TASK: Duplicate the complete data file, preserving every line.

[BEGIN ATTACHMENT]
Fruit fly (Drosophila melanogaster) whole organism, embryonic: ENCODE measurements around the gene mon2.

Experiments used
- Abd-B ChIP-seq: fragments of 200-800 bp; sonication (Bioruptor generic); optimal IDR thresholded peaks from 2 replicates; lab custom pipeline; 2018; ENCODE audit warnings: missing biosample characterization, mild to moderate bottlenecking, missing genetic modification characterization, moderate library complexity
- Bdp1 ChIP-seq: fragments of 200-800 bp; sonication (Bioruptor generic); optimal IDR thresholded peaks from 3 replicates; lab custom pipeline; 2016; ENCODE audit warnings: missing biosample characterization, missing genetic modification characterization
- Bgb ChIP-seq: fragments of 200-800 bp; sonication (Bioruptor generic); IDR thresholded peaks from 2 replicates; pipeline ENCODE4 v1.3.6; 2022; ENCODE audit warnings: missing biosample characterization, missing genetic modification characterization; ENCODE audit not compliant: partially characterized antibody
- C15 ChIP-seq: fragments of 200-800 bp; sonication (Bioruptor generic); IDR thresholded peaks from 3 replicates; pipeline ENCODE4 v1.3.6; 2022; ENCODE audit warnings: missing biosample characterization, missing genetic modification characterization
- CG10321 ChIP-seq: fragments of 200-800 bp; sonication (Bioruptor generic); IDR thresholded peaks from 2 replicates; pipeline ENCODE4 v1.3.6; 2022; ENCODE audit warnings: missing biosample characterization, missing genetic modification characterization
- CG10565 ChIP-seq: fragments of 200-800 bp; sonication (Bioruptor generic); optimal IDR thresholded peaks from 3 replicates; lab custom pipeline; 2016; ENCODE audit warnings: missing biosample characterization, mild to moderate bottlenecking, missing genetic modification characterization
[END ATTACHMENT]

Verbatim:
Fruit fly (Drosophila melanogaster) whole organism, embryonic: ENCODE measurements around the gene mon2.

Experiments used
- Abd-B ChIP-seq: fragments of 200-800 bp; sonication (Bioruptor generic); optimal IDR thresholded peaks from 2 replicates; lab custom pipeline; 2018; ENCODE audit warnings: missing biosample characterization, mild to moderate bottlenecking, missing genetic modification characterization, moderate library complexity
- Bdp1 ChIP-seq: fragments of 200-800 bp; sonication (Bioruptor generic); optimal IDR thresholded peaks from 3 replicates; lab custom pipeline; 2016; ENCODE audit warnings: missing biosample characterization, missing genetic modification characterization
- Bgb ChIP-seq: fragments of 200-800 bp; sonication (Bioruptor generic); IDR thresholded peaks from 2 replicates; pipeline ENCODE4 v1.3.6; 2022; ENCODE audit warnings: missing biosample characterization, missing genetic modification characterization; ENCODE audit not compliant: partially characterized antibody
- C15 ChIP-seq: fragments of 200-800 bp; sonication (Bioruptor generic); IDR thresholded peaks from 3 replicates; pipeline ENCODE4 v1.3.6; 2022; ENCODE audit warnings: missing biosample characterization, missing genetic modification characterization
- CG10321 ChIP-seq: fragments of 200-800 bp; sonication (Bioruptor generic); IDR thresholded peaks from 2 replicates; pipeline ENCODE4 v1.3.6; 2022; ENCODE audit warnings: missing biosample characterization, missing genetic modification characterization
- CG10565 ChIP-seq: fragments of 200-800 bp; sonication (Bioruptor generic); optimal IDR thresholded peaks from 3 replicates; lab custom pipeline; 2016; ENCODE audit warnings: missing biosample characterization, mild to moderate bottlenecking, missing genetic modification characterization